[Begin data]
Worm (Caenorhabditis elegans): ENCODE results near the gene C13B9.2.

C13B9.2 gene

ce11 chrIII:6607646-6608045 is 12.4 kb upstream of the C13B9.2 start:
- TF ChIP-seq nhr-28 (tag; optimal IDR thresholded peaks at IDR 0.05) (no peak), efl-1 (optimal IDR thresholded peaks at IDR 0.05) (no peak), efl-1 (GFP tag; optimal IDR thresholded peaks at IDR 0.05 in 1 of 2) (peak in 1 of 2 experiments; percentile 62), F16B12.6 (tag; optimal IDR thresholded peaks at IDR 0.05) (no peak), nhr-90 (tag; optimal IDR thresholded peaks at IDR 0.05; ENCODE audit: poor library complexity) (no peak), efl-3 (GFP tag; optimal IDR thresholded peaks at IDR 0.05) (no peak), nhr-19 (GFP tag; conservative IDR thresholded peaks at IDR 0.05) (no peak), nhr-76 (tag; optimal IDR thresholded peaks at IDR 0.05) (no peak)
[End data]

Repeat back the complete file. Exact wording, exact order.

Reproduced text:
Worm (Caenorhabditis elegans): ENCODE results near the gene C13B9.2.

C13B9.2 gene

ce11 chrIII:6607646-6608045 is 12.4 kb upstream of the C13B9.2 start:
- TF ChIP-seq nhr-28 (tag; optimal IDR thresholded peaks at IDR 0.05) (no peak), efl-1 (optimal IDR thresholded peaks at IDR 0.05) (no peak), efl-1 (GFP tag; optimal IDR thresholded peaks at IDR 0.05 in 1 of 2) (peak in 1 of 2 experiments; percentile 62), F16B12.6 (tag; optimal IDR thresholded peaks at IDR 0.05) (no peak), nhr-90 (tag; optimal IDR thresholded peaks at IDR 0.05; ENCODE audit: poor library complexity) (no peak), efl-3 (GFP tag; optimal IDR thresholded peaks at IDR 0.05) (no peak), nhr-19 (GFP tag; conservative IDR thresholded peaks at IDR 0.05) (no peak), nhr-76 (tag; optimal IDR thresholded peaks at IDR 0.05) (no peak)